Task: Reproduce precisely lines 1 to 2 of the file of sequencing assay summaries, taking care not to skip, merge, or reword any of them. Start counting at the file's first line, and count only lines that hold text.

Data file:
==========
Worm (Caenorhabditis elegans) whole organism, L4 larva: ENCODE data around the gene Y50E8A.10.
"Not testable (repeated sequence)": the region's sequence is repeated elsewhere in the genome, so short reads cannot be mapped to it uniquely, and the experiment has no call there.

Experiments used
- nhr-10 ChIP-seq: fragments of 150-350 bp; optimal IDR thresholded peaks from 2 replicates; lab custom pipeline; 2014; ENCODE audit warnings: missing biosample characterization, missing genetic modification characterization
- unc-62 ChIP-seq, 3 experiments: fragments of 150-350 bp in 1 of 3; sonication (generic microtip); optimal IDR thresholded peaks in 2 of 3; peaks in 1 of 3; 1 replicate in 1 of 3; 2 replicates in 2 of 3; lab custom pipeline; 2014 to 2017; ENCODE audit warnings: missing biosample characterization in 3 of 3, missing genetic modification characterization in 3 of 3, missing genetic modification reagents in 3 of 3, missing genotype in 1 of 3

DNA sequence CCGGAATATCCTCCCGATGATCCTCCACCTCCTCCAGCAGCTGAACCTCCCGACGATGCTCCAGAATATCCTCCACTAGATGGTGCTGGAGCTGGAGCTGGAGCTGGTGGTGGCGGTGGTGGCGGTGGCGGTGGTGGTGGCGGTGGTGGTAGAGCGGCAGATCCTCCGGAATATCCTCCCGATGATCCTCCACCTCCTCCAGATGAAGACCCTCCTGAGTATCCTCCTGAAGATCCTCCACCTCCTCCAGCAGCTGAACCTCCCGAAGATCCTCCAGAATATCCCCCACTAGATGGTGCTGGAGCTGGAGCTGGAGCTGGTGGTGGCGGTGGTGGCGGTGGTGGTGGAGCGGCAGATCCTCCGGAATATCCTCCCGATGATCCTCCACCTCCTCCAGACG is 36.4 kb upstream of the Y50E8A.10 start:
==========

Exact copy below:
Worm (Caenorhabditis elegans) whole organism, L4 larva: ENCODE data around the gene Y50E8A.10.
"Not testable (repeated sequence)": the region's sequence is repeated elsewhere in the genome, so short reads cannot be mapped to it uniquely, and the experiment has no call there.